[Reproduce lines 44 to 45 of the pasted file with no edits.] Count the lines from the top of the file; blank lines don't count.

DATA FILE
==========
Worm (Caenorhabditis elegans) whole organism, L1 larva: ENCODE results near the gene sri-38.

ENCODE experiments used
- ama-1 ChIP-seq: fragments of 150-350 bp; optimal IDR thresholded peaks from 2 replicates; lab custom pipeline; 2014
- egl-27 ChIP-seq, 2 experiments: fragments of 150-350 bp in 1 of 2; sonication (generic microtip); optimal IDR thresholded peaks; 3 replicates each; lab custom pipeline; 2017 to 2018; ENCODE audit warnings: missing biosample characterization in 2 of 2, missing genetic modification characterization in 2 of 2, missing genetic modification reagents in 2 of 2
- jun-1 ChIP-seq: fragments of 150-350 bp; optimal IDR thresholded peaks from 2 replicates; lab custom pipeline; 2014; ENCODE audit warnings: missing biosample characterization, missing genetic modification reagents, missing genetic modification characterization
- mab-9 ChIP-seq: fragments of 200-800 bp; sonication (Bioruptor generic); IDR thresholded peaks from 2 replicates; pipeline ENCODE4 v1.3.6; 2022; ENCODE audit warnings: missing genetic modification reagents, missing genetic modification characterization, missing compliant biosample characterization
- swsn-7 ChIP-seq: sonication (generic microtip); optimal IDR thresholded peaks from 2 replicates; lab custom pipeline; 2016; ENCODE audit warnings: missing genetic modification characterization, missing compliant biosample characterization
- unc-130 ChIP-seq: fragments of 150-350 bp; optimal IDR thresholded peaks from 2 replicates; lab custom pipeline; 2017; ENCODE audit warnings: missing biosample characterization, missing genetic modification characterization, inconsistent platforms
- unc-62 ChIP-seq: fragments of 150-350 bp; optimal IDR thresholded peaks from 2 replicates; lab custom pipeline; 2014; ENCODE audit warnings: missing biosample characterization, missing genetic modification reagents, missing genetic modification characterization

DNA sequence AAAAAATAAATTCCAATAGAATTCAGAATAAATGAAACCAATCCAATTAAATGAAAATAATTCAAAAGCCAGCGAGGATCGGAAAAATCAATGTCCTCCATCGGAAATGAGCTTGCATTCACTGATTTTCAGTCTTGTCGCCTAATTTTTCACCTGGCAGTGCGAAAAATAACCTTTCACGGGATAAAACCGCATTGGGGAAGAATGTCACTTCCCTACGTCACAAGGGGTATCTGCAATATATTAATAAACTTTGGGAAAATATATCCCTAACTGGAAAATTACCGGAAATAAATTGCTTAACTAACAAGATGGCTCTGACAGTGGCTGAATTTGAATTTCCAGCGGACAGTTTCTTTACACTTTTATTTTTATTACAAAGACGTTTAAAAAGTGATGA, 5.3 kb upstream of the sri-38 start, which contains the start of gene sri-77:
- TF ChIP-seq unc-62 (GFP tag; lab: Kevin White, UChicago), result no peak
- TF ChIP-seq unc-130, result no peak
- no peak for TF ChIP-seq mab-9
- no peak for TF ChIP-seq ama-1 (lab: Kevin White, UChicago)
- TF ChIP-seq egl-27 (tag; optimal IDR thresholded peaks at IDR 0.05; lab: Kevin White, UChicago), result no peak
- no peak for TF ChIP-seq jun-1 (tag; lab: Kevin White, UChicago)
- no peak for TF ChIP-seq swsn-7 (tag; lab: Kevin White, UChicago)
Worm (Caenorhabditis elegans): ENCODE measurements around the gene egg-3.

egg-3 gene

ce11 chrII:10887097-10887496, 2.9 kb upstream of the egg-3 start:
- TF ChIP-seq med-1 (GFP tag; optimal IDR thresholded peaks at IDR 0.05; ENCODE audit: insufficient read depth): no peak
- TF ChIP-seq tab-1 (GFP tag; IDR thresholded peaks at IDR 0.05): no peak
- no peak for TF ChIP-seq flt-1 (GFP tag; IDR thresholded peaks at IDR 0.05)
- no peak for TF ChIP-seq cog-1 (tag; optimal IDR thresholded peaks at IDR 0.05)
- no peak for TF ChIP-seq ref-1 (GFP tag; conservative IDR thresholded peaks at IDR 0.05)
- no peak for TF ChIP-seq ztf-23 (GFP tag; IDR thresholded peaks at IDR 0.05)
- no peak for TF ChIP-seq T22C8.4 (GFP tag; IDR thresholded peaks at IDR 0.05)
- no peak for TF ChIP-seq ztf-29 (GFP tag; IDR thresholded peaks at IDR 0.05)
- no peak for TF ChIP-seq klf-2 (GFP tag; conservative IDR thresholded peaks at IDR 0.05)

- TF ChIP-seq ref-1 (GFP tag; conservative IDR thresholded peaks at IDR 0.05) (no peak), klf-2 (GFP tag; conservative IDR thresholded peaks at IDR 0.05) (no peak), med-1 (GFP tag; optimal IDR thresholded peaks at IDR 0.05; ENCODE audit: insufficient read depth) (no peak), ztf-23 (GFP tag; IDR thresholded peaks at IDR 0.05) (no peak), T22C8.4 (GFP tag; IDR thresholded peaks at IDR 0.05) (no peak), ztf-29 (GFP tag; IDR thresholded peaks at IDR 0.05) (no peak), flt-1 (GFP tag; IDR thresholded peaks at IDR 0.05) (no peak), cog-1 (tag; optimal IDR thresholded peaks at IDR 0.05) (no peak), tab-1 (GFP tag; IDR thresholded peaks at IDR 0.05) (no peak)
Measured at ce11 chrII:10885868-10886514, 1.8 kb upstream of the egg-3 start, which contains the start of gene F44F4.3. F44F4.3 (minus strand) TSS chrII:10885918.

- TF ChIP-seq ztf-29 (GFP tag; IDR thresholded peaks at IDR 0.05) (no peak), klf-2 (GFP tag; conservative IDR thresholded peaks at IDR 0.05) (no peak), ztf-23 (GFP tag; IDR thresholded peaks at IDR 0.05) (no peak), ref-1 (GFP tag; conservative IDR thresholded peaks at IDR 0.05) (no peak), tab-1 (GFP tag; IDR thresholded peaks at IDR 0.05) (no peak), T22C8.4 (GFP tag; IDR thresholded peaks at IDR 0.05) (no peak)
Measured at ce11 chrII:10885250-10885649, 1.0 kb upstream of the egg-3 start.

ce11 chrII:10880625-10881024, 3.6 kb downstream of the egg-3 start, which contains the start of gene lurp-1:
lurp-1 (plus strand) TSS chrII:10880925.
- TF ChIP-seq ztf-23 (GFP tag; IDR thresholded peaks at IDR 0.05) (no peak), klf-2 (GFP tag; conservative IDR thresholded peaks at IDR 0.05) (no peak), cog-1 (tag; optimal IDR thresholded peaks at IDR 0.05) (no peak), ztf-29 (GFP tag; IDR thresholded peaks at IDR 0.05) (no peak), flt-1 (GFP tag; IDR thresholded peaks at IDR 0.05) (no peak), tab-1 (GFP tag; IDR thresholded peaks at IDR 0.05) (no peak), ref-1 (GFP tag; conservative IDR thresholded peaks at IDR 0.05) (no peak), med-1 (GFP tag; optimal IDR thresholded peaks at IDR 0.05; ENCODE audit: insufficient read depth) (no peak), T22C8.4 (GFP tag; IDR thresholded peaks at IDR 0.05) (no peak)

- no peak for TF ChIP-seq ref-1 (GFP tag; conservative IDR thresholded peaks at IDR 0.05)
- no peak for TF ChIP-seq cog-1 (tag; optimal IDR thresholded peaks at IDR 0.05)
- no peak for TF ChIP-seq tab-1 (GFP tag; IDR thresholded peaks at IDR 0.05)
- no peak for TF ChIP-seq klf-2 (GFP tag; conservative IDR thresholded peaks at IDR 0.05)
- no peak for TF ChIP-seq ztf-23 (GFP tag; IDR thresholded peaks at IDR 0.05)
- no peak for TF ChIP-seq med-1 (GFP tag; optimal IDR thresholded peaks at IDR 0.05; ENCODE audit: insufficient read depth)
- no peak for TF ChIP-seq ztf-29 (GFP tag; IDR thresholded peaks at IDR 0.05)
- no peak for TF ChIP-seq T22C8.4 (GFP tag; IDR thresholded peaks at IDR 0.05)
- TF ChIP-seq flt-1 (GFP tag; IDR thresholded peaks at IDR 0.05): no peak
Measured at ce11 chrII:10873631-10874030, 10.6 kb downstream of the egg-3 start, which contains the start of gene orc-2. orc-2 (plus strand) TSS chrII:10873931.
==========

- no peak for TF ChIP-seq T22C8.4 (GFP tag; IDR thresholded peaks at IDR 0.05)
- TF ChIP-seq flt-1 (GFP tag; IDR thresholded peaks at IDR 0.05): no peak